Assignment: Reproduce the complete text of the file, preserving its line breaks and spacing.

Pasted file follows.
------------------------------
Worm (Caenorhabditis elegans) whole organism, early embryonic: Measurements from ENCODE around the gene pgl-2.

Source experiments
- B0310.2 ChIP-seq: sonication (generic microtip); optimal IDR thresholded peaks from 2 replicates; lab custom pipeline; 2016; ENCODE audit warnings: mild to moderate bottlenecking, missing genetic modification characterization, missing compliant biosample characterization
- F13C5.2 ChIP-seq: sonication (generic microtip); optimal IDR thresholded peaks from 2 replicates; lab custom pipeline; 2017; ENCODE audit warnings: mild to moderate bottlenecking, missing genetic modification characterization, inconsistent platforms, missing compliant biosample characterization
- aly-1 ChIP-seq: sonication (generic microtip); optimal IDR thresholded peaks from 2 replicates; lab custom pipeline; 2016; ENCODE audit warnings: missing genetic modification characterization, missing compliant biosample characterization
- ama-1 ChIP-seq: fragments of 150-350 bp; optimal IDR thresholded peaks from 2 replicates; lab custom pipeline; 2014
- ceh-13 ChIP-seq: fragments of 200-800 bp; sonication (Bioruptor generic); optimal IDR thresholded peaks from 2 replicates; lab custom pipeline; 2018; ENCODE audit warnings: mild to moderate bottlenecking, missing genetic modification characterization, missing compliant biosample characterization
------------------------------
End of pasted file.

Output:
Worm (Caenorhabditis elegans) whole organism, early embryonic: Measurements from ENCODE around the gene pgl-2.

Source experiments
- B0310.2 ChIP-seq: sonication (generic microtip); optimal IDR thresholded peaks from 2 replicates; lab custom pipeline; 2016; ENCODE audit warnings: mild to moderate bottlenecking, missing genetic modification characterization, missing compliant biosample characterization
- F13C5.2 ChIP-seq: sonication (generic microtip); optimal IDR thresholded peaks from 2 replicates; lab custom pipeline; 2017; ENCODE audit warnings: mild to moderate bottlenecking, missing genetic modification characterization, inconsistent platforms, missing compliant biosample characterization
- aly-1 ChIP-seq: sonication (generic microtip); optimal IDR thresholded peaks from 2 replicates; lab custom pipeline; 2016; ENCODE audit warnings: missing genetic modification characterization, missing compliant biosample characterization
- ama-1 ChIP-seq: fragments of 150-350 bp; optimal IDR thresholded peaks from 2 replicates; lab custom pipeline; 2014
- ceh-13 ChIP-seq: fragments of 200-800 bp; sonication (Bioruptor generic); optimal IDR thresholded peaks from 2 replicates; lab custom pipeline; 2018; ENCODE audit warnings: mild to moderate bottlenecking, missing genetic modification characterization, missing compliant biosample characterization